### Motivation for developing multi-dimensional indexes

• Are muliti-dimensional indexes necessary ???

• Question:

 Can our one-dimensional index technique support geometrical (2-dimensional) queries efficiently ???

• Case study:

 Let's try to process a range query using a B-tree index.....

• Database and query description

• Database: object locations

 ``` Object( x, y, other-attributes ) // x and y are the // coordinates of the object ```

• Query:

• Find all objects that lies with in a rectangle:

• Processing the geometrical query using a B-tree index

• Suppose we have B+-tree indexes on:

 The x-coordinate attribute of Object       and        The y-coordinate attribute of Object

• The B+-tree on the x-coordinate information looks like this:

(The point with the smallest x-coordinate value is the left-most leaf key)

• The B+-tree on the y-coordinate information looks like this:

(The point with the smallest y-coordinate value is the left-most leaf key)

• Range query:

• Find all points x such that:

 xL ≤ x ≤ xH          and          yL ≤ y ≤ yH

Graphically:

• How to use the B+-tree indexes to process the range query:

1. Use the x-B+-tree index and find the first value that is ≥ xL:

Traverse the leaf nodes to find all record pointers for which:

 ``` xL ≤ x ≤ xH ```

Graphically:

2. Do the same for the y-coordinate:

Graphically:

3. Compute the intersection of the 2 pointer sets:

4. Retrieve the records using the record pointers in the intersection.

• These records are guarantee to satisfy:

 xL ≤ x ≤ xH          and          yL ≤ y ≤ yH

• Sounds good.... no ???

 You will see that this is useless This solution is not faster than scanning the entire relation !!!

• A concrete example....

• Consider the following situation:

• We have a 1000×1000 grid

• There are 1,000,000 points on the grid --- we assume a uniform distribution of the points over the grid

Query:

 Find all the points (x,y) within the square where 450 ≤ x ≤ 550 and 450 ≤ y ≤ 550

Graphically:

• First, let's look at some statistics about th einputs:

 ``` Total area of the grid = 1000 × 1000 = 1,000,000 Selected area = 100 × 100 = 10,000 = 0.01 × Total area Total # points in the grid = 1,000,000 # points in selected area ~= 0.01 × 1,000,000 = 10,000 Other statistics: # points with x-coordinate in [450,550] ~= 0.1 × 1,000,000 = 100,000 # points with y-coordinate in [450,550] ~= 0.1 × 1,000,000 = 100,000 ```

• Assumptions on storage information (needed to compute the processing cost = # disk blocks accessed)

• 1 disk block contains 100 points

• 1 B+-tree block (node) contains an average of 200 (key, ptr) pairs

 The internal nodes of the B+-tree have all been read (and stored) in memory The leaf nodes of the B+-tree (= the index file) are stored on disk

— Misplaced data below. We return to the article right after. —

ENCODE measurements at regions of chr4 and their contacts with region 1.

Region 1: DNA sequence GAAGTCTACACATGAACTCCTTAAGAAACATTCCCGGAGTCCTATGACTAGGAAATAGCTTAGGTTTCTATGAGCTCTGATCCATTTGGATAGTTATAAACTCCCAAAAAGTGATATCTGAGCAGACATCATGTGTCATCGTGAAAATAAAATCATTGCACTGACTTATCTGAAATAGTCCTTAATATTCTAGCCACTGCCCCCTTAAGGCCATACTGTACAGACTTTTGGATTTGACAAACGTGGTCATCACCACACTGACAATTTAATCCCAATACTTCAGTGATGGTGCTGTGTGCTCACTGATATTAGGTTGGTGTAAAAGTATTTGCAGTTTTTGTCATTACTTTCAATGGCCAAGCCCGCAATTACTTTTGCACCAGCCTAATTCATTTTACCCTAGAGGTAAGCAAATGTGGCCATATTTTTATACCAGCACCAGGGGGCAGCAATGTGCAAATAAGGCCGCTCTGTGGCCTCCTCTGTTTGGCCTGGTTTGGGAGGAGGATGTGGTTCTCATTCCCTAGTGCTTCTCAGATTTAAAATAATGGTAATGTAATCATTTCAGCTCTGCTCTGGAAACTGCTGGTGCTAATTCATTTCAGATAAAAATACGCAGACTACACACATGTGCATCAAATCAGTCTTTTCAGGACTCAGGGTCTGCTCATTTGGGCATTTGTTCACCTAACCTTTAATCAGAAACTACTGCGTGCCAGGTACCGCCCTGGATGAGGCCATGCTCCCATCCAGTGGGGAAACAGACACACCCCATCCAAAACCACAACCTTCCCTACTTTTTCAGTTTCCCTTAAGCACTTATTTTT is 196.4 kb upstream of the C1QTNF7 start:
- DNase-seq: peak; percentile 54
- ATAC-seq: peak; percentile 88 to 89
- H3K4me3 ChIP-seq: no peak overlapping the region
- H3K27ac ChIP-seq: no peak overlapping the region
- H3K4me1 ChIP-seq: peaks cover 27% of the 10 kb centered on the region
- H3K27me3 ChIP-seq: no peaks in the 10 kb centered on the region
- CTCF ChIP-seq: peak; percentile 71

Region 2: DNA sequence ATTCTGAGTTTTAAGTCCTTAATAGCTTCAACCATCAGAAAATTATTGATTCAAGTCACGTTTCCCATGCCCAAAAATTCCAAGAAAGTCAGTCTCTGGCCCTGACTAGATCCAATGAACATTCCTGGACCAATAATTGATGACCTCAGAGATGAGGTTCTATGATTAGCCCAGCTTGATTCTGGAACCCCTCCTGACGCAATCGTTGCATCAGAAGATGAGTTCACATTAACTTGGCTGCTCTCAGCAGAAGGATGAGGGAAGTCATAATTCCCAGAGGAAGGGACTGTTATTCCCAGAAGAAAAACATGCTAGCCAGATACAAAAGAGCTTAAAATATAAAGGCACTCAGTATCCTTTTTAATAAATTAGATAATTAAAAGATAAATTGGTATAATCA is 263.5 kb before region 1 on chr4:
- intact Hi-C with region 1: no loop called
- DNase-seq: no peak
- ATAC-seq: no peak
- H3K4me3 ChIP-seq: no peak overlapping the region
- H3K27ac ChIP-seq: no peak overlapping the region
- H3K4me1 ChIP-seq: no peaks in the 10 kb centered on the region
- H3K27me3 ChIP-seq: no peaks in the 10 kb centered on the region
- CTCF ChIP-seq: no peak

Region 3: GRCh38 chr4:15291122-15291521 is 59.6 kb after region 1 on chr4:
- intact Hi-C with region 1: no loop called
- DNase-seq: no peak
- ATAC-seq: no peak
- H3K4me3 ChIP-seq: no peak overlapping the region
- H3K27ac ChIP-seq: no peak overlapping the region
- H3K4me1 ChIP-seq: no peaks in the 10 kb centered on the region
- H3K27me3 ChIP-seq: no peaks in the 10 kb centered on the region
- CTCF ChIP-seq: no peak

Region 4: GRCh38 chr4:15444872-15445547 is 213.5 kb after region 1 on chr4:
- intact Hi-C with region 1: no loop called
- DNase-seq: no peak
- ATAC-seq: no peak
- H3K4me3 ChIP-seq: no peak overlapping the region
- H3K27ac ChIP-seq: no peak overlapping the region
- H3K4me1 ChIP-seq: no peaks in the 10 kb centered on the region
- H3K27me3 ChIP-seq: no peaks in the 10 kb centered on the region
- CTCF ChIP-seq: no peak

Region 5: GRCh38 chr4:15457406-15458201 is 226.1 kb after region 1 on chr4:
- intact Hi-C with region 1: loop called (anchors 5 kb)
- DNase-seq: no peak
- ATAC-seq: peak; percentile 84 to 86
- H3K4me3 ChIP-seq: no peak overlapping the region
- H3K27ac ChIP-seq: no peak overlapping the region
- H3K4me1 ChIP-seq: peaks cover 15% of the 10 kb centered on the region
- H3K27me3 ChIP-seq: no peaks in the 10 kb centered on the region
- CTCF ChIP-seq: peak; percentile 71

• Computing the processing cost (= # disk blocks accessed) to find all point in the selected area:

1. Use the x-coord B+-tree index and find the first value that is ≥ xL:

Cost to find the database address of the B+ leaf node with xL = 450:

 Cost = 0 (Because we assume that the internal nodes of the B+ tree index are stored in memory)

2. Starting at the B+ node containing the search key 450:

• Traverse the leaf nodes to find all record pointers for which:

 ``` 450 ≤ x ≤ 550 ```

Graphically:

We will access approximately 0.1 × 1,000,000 = 100,000 search keys

The cost to access 100,000 search keys (stored in leaf nodes of the B+-tree) is:

• # B+ leaf nodes that we must access:

 ``` Read: 100,000 search keys (200 search keys per leaf node) = 500 leaf nodes (= index blocks) ```

• Cost to access the x-coord B+-tree    =    500 disk block

3. We must do the same for the y-coordinate:

Graphically:

So: cost to access the y-coord B+-tree    =    500 disk block

4. Compute the intersection of the 2 "search key" sets:

Cost of this step:

 Cost = 0 Because no disk access is required

The intersection will contain approximately 10,000 (= 0.01 × 1,000,000) record pointers (database addresses) to points (records)

5. We must then retrieve the point records using the 10,000 record pointers in the intersection:

• Storage assumption:

 We assume the records are stored randomly (i.e., not ordered by the x or y coordinate) Different records will likely be stored in different blocks

• Then: Accessing the 10,000 records using the record pointers will result in:

 Accessing 10,000 (disk) blocks

6. Total number of disk blocks accessed:

 ``` 500 + 500 + 10,000 = 11,000 disk blocks ^ ^ ^ | | | | | +--- accessing the point records | +------------ accessing the y-coord leaf nodes +------------------ accessing the x-coord leaf nodes ```

Comment:

 The number index disk blocks accessed is usually much smaller than the number data disk blocks accessed !!! We can often discard the index blocks if we want to approximate the number of disk blocks accessed by an operation !!!

Alternate solution

• Suppose:

 We do not have any index on the points records....

How to find all point in the selected region:

 ``` while ( not EOF ) { Read next data block; // Scan ALL data blocks !! for ( each point (x,y) ∈ data block ) { if ( 450 ≤ x ≤ 550 && 450 ≤ y ≤ 550 ) Output (x,y); } } ```

• The cost of finding the points by scanning the entire relation is:

 ``` There are 1,000,000 points 1 disk block stores 100 points # disk blocks used = 1,000,000 / 100 = 10,000 blocks ```

So we would need access:

 ``` 10,000 disk blocks.... (Compare this number to 11,000 blocks when using B+-trees !!) ```

So using the B-tree index does not help us improve performance !!!

• Conclusion:

• We cannot store geographically "related" data randomly

 If related geographical data is store randomly, we will need to access too many data blocks !!!

Lesson:

 We must store geographically "related" data (i.e.: points that are close to each other) in the same data block !!!